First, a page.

HIV is a leading cause of death for people under the age of 50 in Thailand. Of those with HIV in Asia and the Pacific, 9% live in Thailand. In 2019, about 470,000 people were living with HIV in Thailand. Sex workers, men who have sex with men, transgender individuals and people who inject drugs are most affected by the epidemic. Thailand has made progress in combating the disease, especially in regard to mother-to-child transmissions, which the country eliminated. However, HIV stigma is a factor both preventing people from seeking treatment and causing discrimination in healthcare. The stigma surrounding HIV can also lead to mental health issues such as depression.
HIV stigma includes negative attitudes and judgments toward people living with HIV. Discrimination can occur when a healthcare professional refuses to provide services for people living with HIV. It can also occur when someone receives a lack of social support due to being HIV positive. The stigma and discrimination resulting from living with HIV can lead to internalized stigma. This stigma is when people living with HIV develop a negative self-image impacting their mental health. As a result, higher rates of loneliness and depression have been reported among people living with HIV.
HIV Research in Thailand
The National Institute of Nursing Research conducted a study in Thailand in 2007 which revealed information about the impact of HIV-related stigma on mental health. The researchers interviewed people living with HIV in northern and northeastern Thailand to collect data. Data was collected by measuring stigma on a scale of “Internalized Shame” and “Perceived Stigma.” They concluded that there is an association between depression and internalized shame, as well as between depression and perceived stigma.
Additionally, the study’s conclusion included strategies to improve the mental health of people living with HIV through treatment programs. The researchers emphasized the importance of boosting self-esteem and creating a sense of belonging to a community. Doing this would combat the effects of isolation often felt as a result of stigma. Furthermore, addressing HIV stigma in Thailand in addition to providing social support could positively impact the overall health of people with HIV.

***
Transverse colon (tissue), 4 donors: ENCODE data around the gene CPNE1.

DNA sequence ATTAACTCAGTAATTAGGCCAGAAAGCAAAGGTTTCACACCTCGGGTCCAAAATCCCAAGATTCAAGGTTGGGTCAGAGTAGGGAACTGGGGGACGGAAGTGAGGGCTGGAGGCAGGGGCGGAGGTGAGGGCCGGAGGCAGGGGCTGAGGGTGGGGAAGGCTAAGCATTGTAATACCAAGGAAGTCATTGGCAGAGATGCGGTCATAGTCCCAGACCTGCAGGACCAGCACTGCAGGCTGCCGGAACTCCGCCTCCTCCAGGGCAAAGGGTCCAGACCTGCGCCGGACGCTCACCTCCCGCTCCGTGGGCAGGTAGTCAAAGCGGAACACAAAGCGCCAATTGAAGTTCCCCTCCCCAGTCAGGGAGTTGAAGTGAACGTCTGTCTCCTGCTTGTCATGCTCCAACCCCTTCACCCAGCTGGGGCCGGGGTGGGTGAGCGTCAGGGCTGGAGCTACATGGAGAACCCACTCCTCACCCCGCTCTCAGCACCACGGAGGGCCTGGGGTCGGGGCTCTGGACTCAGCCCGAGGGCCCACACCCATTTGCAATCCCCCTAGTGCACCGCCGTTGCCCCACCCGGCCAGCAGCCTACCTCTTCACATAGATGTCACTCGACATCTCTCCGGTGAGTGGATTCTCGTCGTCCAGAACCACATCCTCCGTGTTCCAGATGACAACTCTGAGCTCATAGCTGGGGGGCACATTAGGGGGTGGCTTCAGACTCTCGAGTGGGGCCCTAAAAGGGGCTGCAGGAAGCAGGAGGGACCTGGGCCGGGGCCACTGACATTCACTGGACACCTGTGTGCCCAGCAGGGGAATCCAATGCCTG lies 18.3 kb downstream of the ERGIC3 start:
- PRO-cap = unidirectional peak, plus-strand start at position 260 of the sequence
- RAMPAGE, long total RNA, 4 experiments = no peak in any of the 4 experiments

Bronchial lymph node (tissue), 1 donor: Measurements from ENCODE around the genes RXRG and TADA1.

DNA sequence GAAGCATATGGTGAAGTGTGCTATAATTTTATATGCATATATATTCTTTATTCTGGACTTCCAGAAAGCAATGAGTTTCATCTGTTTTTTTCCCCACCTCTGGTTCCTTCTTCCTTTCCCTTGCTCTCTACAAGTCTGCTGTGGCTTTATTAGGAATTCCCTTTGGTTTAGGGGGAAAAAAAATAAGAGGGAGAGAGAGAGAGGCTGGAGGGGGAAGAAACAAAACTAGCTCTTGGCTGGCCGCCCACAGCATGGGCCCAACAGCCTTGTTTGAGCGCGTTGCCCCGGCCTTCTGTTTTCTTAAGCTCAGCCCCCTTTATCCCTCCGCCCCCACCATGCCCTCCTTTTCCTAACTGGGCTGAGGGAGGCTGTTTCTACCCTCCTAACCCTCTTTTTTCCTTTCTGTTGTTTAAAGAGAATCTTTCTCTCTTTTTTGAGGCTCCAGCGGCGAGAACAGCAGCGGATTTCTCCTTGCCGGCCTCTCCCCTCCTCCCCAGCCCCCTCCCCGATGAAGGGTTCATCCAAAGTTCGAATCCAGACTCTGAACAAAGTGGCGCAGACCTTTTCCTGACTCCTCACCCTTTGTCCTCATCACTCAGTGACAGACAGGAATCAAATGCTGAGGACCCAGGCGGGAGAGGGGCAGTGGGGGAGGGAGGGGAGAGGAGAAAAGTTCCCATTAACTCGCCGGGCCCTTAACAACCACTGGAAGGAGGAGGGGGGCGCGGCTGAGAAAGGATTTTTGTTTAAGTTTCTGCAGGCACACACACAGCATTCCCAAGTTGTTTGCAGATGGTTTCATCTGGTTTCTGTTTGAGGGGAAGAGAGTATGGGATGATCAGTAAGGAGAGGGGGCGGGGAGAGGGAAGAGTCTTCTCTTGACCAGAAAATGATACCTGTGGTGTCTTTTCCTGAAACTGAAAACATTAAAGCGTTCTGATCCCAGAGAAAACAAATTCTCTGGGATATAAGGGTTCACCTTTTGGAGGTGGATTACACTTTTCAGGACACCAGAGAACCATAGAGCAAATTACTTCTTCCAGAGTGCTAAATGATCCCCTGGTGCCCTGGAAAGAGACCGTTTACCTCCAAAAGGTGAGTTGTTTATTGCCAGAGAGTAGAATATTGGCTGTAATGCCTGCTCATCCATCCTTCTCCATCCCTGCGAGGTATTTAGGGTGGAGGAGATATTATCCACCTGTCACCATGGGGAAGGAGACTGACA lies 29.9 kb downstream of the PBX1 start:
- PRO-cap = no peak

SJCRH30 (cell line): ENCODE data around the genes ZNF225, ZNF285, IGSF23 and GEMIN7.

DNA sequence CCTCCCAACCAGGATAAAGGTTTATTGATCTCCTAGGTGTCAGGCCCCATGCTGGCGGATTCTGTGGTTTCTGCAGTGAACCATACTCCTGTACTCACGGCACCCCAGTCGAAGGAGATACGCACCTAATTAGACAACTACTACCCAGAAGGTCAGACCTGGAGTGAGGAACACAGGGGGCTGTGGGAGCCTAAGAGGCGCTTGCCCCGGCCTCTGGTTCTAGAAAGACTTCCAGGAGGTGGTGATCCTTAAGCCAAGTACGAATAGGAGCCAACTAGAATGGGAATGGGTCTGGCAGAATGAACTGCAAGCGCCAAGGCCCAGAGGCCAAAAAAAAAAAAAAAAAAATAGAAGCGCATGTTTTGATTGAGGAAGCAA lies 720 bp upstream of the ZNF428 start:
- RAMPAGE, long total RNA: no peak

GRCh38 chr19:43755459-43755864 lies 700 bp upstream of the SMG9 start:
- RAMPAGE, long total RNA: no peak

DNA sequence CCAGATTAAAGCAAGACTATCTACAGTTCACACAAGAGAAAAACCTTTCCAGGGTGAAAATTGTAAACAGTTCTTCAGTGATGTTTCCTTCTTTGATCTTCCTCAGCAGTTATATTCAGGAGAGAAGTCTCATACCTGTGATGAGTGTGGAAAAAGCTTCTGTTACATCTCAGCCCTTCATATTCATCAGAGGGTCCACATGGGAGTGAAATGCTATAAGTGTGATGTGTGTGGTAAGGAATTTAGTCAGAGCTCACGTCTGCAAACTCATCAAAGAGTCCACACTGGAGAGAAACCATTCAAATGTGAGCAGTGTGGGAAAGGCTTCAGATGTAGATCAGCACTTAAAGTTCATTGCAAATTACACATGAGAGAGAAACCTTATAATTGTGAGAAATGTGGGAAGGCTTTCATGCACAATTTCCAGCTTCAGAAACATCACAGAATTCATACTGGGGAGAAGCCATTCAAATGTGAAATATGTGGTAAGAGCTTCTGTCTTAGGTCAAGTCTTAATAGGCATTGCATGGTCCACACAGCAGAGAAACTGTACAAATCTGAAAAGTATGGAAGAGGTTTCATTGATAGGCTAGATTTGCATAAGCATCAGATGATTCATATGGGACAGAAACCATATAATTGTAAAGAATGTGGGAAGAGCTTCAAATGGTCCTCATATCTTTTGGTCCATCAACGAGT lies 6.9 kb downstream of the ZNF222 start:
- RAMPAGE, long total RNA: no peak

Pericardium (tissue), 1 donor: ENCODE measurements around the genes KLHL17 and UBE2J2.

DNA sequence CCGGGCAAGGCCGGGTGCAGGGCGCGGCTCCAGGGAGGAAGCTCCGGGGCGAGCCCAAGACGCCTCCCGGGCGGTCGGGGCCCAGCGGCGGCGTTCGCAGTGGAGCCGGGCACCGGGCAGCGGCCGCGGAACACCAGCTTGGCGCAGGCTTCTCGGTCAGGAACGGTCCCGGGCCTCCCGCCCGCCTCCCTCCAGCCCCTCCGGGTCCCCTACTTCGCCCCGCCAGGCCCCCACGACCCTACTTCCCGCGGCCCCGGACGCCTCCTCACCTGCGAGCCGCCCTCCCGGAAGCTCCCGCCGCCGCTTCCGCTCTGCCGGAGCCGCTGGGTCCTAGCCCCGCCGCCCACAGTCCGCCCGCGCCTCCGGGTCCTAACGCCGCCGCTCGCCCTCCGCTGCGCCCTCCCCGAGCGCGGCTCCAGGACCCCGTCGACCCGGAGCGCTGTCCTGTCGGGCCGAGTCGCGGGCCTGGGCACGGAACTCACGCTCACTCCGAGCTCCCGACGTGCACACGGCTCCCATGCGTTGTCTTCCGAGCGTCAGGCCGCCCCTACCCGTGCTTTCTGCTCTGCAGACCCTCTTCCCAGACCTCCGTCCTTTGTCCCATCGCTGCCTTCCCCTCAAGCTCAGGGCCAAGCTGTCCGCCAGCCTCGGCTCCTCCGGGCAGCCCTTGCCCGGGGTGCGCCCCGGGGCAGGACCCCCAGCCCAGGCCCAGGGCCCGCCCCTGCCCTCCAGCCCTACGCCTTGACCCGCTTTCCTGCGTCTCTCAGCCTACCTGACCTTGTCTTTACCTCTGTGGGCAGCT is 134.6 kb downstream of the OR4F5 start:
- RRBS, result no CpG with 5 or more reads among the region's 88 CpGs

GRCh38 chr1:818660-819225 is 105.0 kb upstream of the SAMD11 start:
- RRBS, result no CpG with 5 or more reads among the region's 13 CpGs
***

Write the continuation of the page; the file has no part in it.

Responses to the Impact of HIV on Mental Health
TREAT Asia (Therapeutics Research, Education and AIDS Training in Asia) is an organization working toward increasing access to psychiatric care. It also works toward improving mental health services for those living with HIV in Thailand. The organization is conducting a study on depression and anxiety among Thai adolescents with HIV. By evaluating participants, the study team aims to improve the health of Thai adolescents living with HIV. It does this through developing a better understanding of how to address mental health in the treatment process.
Service Workers in Groups (SWING), a Thai organization, provides HIV services and supports sex workers. COVID-19 left about 145,000 sex workers in Thailand without an income source. As a result, they are in greater need of support to cover basic necessities such as food and housing. Barriers preventing access to HIV treatment have only strengthened due to the coronavirus crisis. Sex workers are at a disadvantage in terms of social protection. SWING has made efforts to confront the new challenges due to COVID-19. It continues to provide HIV healthcare, including mental health services, for sex workers amid the pandemic
By 2030, the Ministry of Public Health of Thailand plans to reduce HIV discrimination in healthcare settings by 90%. While Thailand has enacted policies and laws to protect people living with HIV, they continue to endure the negative effects of HIV stigma. This prevents them from receiving efficient treatment. Greater efforts and more research are necessary to break the cycle of mental health issues created by HIV stigma to improve the quality of life for those living with HIV in Thailand.
– Zoë Nichols